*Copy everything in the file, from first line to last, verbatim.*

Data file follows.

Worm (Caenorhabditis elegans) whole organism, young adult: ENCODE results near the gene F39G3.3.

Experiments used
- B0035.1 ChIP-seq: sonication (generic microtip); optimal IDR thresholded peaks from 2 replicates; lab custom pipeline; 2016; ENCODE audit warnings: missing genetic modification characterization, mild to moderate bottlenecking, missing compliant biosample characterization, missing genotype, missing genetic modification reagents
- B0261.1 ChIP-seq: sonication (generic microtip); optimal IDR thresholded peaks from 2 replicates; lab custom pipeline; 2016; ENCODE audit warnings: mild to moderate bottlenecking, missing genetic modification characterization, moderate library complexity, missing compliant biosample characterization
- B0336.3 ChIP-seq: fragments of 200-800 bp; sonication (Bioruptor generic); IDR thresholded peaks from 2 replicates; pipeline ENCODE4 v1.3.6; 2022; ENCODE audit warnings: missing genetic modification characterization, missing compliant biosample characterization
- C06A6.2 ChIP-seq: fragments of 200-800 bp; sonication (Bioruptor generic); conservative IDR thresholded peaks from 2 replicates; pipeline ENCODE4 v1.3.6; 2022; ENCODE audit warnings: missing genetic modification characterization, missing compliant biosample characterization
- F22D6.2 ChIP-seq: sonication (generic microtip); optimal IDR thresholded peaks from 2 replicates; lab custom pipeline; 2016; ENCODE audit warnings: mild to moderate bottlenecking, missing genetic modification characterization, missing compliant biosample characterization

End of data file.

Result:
Worm (Caenorhabditis elegans) whole organism, young adult: ENCODE results near the gene F39G3.3.

Experiments used
- B0035.1 ChIP-seq: sonication (generic microtip); optimal IDR thresholded peaks from 2 replicates; lab custom pipeline; 2016; ENCODE audit warnings: missing genetic modification characterization, mild to moderate bottlenecking, missing compliant biosample characterization, missing genotype, missing genetic modification reagents
- B0261.1 ChIP-seq: sonication (generic microtip); optimal IDR thresholded peaks from 2 replicates; lab custom pipeline; 2016; ENCODE audit warnings: mild to moderate bottlenecking, missing genetic modification characterization, moderate library complexity, missing compliant biosample characterization
- B0336.3 ChIP-seq: fragments of 200-800 bp; sonication (Bioruptor generic); IDR thresholded peaks from 2 replicates; pipeline ENCODE4 v1.3.6; 2022; ENCODE audit warnings: missing genetic modification characterization, missing compliant biosample characterization
- C06A6.2 ChIP-seq: fragments of 200-800 bp; sonication (Bioruptor generic); conservative IDR thresholded peaks from 2 replicates; pipeline ENCODE4 v1.3.6; 2022; ENCODE audit warnings: missing genetic modification characterization, missing compliant biosample characterization
- F22D6.2 ChIP-seq: sonication (generic microtip); optimal IDR thresholded peaks from 2 replicates; lab custom pipeline; 2016; ENCODE audit warnings: mild to moderate bottlenecking, missing genetic modification characterization, missing compliant biosample characterization